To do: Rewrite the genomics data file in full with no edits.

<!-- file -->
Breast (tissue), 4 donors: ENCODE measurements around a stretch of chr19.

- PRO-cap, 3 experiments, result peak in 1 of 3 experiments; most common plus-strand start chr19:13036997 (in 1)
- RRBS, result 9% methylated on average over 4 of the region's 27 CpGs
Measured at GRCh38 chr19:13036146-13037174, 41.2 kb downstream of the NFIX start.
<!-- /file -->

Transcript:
Breast (tissue), 4 donors: ENCODE measurements around a stretch of chr19.

- PRO-cap, 3 experiments, result peak in 1 of 3 experiments; most common plus-strand start chr19:13036997 (in 1)
- RRBS, result 9% methylated on average over 4 of the region's 27 CpGs
Measured at GRCh38 chr19:13036146-13037174, 41.2 kb downstream of the NFIX start.